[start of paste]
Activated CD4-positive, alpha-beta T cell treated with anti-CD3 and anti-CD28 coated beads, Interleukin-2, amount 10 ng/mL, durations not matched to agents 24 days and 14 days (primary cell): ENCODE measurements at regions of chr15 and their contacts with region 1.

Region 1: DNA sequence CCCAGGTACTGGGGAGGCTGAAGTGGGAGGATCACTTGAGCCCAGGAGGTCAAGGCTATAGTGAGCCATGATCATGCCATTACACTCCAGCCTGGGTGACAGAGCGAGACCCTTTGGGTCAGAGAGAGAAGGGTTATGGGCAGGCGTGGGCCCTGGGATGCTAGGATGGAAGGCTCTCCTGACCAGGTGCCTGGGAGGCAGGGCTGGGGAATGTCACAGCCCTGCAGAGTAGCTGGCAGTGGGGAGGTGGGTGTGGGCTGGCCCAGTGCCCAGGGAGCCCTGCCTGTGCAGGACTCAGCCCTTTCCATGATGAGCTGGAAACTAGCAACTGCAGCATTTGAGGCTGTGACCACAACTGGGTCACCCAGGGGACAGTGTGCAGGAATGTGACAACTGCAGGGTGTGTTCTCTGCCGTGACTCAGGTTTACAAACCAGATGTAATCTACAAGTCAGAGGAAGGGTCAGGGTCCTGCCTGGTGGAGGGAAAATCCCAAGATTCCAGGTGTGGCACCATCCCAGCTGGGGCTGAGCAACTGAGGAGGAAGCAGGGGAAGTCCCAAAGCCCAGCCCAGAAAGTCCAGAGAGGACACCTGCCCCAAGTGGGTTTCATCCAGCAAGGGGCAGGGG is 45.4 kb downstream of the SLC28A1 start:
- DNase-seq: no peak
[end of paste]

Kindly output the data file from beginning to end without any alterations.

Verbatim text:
Activated CD4-positive, alpha-beta T cell treated with anti-CD3 and anti-CD28 coated beads, Interleukin-2, amount 10 ng/mL, durations not matched to agents 24 days and 14 days (primary cell): ENCODE measurements at regions of chr15 and their contacts with region 1.

Region 1: DNA sequence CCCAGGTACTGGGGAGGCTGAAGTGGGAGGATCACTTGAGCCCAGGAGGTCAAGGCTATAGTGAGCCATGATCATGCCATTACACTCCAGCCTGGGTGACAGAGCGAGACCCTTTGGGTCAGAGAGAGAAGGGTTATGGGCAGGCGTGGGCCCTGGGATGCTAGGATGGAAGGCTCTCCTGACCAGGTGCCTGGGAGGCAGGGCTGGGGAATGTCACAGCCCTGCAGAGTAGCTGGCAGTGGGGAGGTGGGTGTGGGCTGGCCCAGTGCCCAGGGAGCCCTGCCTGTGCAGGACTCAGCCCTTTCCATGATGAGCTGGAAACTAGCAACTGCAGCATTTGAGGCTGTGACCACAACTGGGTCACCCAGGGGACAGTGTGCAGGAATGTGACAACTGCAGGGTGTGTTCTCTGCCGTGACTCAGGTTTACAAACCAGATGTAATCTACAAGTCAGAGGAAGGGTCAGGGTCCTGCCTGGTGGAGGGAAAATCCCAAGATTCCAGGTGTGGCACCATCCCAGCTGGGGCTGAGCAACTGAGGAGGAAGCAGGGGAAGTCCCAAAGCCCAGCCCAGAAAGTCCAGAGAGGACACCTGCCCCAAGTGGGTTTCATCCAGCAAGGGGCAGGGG is 45.4 kb downstream of the SLC28A1 start:
- DNase-seq: no peak